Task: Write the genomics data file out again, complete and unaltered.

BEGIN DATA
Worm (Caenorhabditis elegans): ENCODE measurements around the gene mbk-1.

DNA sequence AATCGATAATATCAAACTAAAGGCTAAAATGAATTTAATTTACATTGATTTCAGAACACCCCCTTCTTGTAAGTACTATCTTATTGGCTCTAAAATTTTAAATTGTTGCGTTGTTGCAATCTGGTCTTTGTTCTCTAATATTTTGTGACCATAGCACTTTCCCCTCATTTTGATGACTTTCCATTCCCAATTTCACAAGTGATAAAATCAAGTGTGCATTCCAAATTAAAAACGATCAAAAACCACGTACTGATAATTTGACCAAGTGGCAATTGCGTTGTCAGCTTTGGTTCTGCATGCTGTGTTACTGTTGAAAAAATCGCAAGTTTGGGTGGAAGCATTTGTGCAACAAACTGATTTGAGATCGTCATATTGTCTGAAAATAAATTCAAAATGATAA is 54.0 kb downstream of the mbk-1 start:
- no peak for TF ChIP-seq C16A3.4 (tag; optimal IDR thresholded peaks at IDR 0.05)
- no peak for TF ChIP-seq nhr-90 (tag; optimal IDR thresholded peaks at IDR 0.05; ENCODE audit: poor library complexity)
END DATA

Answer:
Worm (Caenorhabditis elegans): ENCODE measurements around the gene mbk-1.

DNA sequence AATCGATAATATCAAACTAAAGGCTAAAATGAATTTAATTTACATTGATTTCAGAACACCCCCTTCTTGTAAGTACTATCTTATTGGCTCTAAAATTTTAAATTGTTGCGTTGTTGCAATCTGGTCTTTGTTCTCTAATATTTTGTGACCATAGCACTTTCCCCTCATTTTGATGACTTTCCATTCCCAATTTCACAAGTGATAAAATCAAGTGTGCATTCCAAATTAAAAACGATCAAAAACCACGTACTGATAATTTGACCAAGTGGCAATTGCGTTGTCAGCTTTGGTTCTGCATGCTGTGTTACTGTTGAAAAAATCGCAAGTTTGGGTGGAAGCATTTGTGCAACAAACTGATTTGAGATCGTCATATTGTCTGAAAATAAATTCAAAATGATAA is 54.0 kb downstream of the mbk-1 start:
- no peak for TF ChIP-seq C16A3.4 (tag; optimal IDR thresholded peaks at IDR 0.05)
- no peak for TF ChIP-seq nhr-90 (tag; optimal IDR thresholded peaks at IDR 0.05; ENCODE audit: poor library complexity)